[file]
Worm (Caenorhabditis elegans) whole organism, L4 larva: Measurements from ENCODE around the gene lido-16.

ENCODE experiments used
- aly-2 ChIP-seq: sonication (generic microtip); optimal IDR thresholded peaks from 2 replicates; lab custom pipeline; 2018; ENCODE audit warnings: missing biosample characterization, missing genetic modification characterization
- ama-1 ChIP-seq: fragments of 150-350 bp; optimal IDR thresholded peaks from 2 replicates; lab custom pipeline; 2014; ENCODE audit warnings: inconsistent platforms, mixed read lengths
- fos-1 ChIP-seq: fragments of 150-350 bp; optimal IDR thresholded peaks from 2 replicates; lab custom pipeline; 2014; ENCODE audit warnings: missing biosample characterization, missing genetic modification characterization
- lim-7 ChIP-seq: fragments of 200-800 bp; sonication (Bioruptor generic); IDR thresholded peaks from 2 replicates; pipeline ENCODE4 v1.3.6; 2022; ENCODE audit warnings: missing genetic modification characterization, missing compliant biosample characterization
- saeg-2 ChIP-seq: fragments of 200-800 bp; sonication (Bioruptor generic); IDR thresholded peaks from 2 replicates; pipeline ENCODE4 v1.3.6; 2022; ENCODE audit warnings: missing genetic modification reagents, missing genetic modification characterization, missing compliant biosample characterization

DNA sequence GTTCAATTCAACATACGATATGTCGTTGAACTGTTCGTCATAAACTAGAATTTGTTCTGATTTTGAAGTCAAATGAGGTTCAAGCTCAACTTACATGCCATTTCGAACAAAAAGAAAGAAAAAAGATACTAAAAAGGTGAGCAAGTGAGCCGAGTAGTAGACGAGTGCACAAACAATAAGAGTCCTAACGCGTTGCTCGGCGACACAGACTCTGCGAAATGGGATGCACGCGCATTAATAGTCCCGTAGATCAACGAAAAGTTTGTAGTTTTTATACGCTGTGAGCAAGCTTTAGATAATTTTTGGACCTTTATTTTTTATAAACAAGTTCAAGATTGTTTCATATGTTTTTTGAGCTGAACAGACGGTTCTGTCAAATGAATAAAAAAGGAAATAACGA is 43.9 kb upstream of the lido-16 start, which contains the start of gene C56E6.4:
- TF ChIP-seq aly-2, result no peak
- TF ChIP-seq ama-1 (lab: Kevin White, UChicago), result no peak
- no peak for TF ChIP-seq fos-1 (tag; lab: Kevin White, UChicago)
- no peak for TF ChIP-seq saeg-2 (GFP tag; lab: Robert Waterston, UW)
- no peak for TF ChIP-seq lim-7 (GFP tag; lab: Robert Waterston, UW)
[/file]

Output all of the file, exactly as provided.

Worm (Caenorhabditis elegans) whole organism, L4 larva: Measurements from ENCODE around the gene lido-16.

ENCODE experiments used
- aly-2 ChIP-seq: sonication (generic microtip); optimal IDR thresholded peaks from 2 replicates; lab custom pipeline; 2018; ENCODE audit warnings: missing biosample characterization, missing genetic modification characterization
- ama-1 ChIP-seq: fragments of 150-350 bp; optimal IDR thresholded peaks from 2 replicates; lab custom pipeline; 2014; ENCODE audit warnings: inconsistent platforms, mixed read lengths
- fos-1 ChIP-seq: fragments of 150-350 bp; optimal IDR thresholded peaks from 2 replicates; lab custom pipeline; 2014; ENCODE audit warnings: missing biosample characterization, missing genetic modification characterization
- lim-7 ChIP-seq: fragments of 200-800 bp; sonication (Bioruptor generic); IDR thresholded peaks from 2 replicates; pipeline ENCODE4 v1.3.6; 2022; ENCODE audit warnings: missing genetic modification characterization, missing compliant biosample characterization
- saeg-2 ChIP-seq: fragments of 200-800 bp; sonication (Bioruptor generic); IDR thresholded peaks from 2 replicates; pipeline ENCODE4 v1.3.6; 2022; ENCODE audit warnings: missing genetic modification reagents, missing genetic modification characterization, missing compliant biosample characterization

DNA sequence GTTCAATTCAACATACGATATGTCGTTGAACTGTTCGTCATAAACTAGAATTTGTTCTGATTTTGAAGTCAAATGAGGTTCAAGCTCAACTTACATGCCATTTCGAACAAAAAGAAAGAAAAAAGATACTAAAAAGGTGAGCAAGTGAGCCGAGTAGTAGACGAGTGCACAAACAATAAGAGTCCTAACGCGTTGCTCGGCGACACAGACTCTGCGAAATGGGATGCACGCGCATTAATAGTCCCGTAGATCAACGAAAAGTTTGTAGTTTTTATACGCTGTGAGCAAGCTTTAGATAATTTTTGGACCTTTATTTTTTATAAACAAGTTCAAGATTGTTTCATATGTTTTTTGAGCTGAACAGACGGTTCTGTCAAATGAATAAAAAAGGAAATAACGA is 43.9 kb upstream of the lido-16 start, which contains the start of gene C56E6.4:
- TF ChIP-seq aly-2, result no peak
- TF ChIP-seq ama-1 (lab: Kevin White, UChicago), result no peak
- no peak for TF ChIP-seq fos-1 (tag; lab: Kevin White, UChicago)
- no peak for TF ChIP-seq saeg-2 (GFP tag; lab: Robert Waterston, UW)
- no peak for TF ChIP-seq lim-7 (GFP tag; lab: Robert Waterston, UW)